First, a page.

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Maritime Alarm: India’s Concern Over Chinese Research Vessel in Maldives

Chinese Vessel in Maldives

A Chinese research vessel is about to dock in the Maldives, raising concerns in India, which is increasingly concerned that data collected by such vessels could be used for military purposes.

The Maldives Foreign Ministry said last week that it had approved the ship, named Xiangyanghong 3, “to dock at the port for personnel rotation and replenishment” at China’s request. But the Maldives Foreign Ministry said the ship would not conduct any research in Maldivian waters.

The announcement follows the election of President Mohamed Muizzu, seen as pro-China, and heightened diplomatic tensions between India and the Maldives.

The Maldives’ approval of the Chinese ship’s docking comes weeks after India’s neighboring country, Sri Lanka, a small country in the Indian Ocean, suspended all foreign scientific research vessels from entering its waters for one year.

Sri Lanka’s moratorium was apparently prompted by India’s objections to the docking of at least two Chinese scientific research and surveillance vessels in Sri Lanka in the past year and a half. Last year, the Chinese scientific research vessel “Experiment 6” conducted a maritime study in Sri Lankan waters.

Analysts say New Delhi is concerned about a Chinese research vessel due to dock in the Maldives in the coming days because of concerns that the data collected could be used to deploy Chinese submarines in the region.

“Our suspicion is that the ship, although an oceanographic research vessel, is gathering information that China can use to expand its underwater military operations and improve its anti-submarine warfare capabilities as it studies the Indian Ocean environment, seabed, temperature profiles, eddies, ocean currents, and so on. This means that China will have military superiority in the Indian Ocean for some time to come,” said Abhijit, director of the Maritime Policy Initiative at the Observer Research Foundation in New Delhi. Abhijit Singh told the media.

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The Indian Ocean has become a key strategic waterway for India and China amid rising geopolitical tensions, with competition between the two Asian giants deepening after a four-year military standoff on their Himalayan border.

“Beijing has a strong interest in the Indian Ocean because it is an important sea lane and is the only way for ships carrying energy, oil, trade, and other cargo. What they are doing is conducting reconnaissance on the high seas and studying hydrology or hydrological conditions because their submarines may one day operate here,” retired Indian Navy Commander Arun Prakash told the media. “China is preparing for major maritime deployments in the coming years, so India is concerned.”

The Maldives and Sri Lanka are strategically located on major shipping routes. Although the Maldives Foreign Ministry said China’s Xiangyanghong 3 would not be studied, analysts said this was unlikely to reassure New Delhi.

“Once the ship gets there, it’s very difficult for the Maldives to make sure it doesn’t do the job it sets out to do,” Singh said.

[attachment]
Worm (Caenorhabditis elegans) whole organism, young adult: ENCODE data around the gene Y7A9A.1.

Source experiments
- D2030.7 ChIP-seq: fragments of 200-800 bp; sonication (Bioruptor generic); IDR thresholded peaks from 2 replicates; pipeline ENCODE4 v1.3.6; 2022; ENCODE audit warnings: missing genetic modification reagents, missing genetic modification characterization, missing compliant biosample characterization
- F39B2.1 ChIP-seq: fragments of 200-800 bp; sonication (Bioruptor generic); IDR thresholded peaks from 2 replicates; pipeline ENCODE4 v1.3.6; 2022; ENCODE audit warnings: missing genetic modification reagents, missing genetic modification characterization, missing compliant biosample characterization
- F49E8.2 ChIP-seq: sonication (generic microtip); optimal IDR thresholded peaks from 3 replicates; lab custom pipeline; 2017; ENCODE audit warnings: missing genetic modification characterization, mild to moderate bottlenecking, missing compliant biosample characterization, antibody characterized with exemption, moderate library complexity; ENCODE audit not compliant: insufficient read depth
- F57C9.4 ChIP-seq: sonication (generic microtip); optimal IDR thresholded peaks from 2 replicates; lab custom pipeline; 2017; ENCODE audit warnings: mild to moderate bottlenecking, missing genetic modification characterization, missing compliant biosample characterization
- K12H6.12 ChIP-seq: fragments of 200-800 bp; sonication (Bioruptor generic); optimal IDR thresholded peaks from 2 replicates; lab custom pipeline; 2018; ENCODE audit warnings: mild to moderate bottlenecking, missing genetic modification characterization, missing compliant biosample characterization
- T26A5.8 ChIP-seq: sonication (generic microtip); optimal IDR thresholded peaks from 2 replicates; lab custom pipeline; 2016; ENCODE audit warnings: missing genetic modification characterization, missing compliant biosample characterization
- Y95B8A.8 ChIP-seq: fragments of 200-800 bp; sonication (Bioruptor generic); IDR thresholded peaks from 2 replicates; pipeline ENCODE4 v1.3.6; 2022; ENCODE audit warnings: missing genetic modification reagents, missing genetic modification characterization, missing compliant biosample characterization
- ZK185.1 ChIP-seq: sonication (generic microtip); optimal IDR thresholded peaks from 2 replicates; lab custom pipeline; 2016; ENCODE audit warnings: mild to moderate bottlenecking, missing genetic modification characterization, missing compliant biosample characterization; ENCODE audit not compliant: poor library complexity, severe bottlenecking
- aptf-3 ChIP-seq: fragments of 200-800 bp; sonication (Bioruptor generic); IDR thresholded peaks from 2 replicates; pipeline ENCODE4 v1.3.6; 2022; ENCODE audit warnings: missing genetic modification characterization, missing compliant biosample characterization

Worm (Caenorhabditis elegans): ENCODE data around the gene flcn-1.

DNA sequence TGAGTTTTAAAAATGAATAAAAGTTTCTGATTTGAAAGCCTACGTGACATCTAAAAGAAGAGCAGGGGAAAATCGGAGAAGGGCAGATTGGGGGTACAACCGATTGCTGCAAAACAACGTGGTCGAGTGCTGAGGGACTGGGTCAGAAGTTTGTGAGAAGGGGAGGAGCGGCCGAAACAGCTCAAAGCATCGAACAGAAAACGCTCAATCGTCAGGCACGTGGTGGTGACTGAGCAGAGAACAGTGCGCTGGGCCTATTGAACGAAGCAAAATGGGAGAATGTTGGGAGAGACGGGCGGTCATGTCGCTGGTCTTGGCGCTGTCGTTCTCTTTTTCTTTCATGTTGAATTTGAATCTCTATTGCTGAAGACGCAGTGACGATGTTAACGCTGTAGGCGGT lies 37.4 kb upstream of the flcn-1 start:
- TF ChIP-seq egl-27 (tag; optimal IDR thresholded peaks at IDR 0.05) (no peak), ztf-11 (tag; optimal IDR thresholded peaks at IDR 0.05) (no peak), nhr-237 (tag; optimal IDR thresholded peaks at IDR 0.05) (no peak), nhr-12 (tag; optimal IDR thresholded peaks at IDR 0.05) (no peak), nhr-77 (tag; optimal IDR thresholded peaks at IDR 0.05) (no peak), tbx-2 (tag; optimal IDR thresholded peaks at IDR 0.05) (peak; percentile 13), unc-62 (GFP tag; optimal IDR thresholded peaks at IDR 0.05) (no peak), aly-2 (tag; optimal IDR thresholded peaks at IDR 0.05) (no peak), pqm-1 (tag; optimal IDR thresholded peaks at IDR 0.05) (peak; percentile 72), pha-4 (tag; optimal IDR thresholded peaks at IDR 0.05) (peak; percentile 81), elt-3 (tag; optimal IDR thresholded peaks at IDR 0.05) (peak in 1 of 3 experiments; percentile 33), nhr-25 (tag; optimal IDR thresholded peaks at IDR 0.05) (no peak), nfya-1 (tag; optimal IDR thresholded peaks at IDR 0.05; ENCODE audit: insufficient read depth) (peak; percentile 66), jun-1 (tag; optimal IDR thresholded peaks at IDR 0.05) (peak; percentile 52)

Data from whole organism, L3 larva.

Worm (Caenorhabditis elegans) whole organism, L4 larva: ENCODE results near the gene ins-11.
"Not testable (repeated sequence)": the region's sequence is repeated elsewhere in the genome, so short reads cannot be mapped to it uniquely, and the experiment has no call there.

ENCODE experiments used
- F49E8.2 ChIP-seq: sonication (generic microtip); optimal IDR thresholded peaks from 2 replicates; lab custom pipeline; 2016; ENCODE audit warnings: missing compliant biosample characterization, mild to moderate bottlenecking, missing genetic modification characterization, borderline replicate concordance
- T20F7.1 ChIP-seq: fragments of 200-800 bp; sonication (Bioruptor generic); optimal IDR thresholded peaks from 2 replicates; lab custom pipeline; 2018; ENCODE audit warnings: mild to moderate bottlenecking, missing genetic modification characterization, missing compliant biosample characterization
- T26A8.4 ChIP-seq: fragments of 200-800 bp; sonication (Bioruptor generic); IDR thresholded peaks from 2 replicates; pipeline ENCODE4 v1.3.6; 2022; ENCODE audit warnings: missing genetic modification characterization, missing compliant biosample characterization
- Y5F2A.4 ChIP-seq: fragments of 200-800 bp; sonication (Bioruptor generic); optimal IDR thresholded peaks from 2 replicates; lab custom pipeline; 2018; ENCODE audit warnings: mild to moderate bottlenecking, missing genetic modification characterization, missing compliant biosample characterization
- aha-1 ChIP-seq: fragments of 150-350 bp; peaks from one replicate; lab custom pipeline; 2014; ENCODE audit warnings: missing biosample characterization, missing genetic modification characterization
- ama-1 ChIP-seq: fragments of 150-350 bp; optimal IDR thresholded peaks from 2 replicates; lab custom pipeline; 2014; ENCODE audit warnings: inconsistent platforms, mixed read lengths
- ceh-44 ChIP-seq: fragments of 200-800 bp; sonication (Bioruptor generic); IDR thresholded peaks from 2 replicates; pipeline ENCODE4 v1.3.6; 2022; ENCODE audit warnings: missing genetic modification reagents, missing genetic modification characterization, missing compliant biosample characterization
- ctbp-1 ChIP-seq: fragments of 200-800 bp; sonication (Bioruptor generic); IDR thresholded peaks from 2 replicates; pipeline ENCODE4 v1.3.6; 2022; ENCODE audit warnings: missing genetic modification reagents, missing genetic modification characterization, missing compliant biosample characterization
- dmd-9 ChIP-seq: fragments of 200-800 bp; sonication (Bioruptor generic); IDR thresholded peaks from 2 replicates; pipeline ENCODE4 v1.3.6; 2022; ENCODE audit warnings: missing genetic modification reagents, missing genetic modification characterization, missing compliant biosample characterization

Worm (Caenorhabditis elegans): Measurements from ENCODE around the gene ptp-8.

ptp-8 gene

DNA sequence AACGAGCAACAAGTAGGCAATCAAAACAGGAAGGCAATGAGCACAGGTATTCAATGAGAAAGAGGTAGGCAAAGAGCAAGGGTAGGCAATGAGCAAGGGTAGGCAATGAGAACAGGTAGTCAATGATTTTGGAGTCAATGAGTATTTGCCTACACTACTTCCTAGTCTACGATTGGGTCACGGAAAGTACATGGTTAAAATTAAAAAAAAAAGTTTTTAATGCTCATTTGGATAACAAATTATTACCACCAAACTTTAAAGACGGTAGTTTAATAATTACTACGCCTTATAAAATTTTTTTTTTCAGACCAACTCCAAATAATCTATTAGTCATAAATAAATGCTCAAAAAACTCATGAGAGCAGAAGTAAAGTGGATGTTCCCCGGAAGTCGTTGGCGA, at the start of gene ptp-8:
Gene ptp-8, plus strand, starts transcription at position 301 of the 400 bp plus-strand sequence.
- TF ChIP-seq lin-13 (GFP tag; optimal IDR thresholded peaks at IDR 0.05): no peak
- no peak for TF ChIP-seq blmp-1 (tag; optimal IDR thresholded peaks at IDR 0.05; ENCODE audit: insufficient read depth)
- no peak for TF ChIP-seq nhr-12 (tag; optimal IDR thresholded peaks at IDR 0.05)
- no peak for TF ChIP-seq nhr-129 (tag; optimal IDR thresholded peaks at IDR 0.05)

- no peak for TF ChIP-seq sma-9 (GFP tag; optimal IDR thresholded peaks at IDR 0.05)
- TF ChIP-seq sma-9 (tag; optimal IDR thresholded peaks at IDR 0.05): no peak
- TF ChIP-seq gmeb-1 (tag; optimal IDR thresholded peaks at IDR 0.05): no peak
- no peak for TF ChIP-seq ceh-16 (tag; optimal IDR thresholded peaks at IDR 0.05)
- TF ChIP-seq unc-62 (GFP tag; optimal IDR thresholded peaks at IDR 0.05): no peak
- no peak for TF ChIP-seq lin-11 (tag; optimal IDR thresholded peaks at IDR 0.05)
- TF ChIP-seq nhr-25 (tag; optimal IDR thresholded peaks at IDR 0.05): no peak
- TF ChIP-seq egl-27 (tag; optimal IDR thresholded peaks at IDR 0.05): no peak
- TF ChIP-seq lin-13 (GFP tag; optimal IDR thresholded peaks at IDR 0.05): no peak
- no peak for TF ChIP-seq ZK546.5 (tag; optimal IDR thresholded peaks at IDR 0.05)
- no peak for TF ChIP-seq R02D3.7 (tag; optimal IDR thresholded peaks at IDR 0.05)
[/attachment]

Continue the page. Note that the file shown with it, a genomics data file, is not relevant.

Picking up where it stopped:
A report released earlier this month by the Washington-based Center for Strategic and International Studies said China’s investigations in the Indian Ocean have “clear military value, particularly for submarine warfare.”

According to the report, China’s survey activities, which were previously focused on areas around the South China Sea and the Western Pacific, have now also set their sights on the Indian Ocean.

The report said: “While China’s oceanographic research may generate scientific and commercial benefits, these activities may also be critical to the People’s Liberation Army expanding its operational reach and capabilities in the Indian Ocean. Such expansion would be critical to major regional players such as India, and the United States and its allies pose a major challenge.”

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After the report was released, Chinese Foreign Ministry spokesperson Mao Ning said that China’s marine scientific research is fully in compliance with the United Nations Convention on the Law of the Sea.

“We hope that relevant parties will view China’s marine scientific research activities objectively and refrain from making unreasonable speculations through colored glasses,” Mao Ning said on January 12.

The Chinese ship’s permission to dock comes just weeks after both sides pledged to strengthen ties during Maldives President Muizu’s visit to Beijing this month.

“China will leverage its growing relationship with the Maldives to conduct inspections in these waters,” Singh said.

Over the past two decades, Indian Ocean countries such as Sri Lanka and the Maldives have witnessed a geopolitical tug-of-war between India and China over their strategic presence.

“The Maldives has always been a hospitable destination for vessels from friendly countries and will continue to host civilian and military vessels calling for peaceful purposes,” the Maldives’ foreign ministry said last week, referring to the No. 3” visit.

“The deployment of such research vessels in the Indian Ocean will increase and will not decrease in the coming years,” Prakash said.

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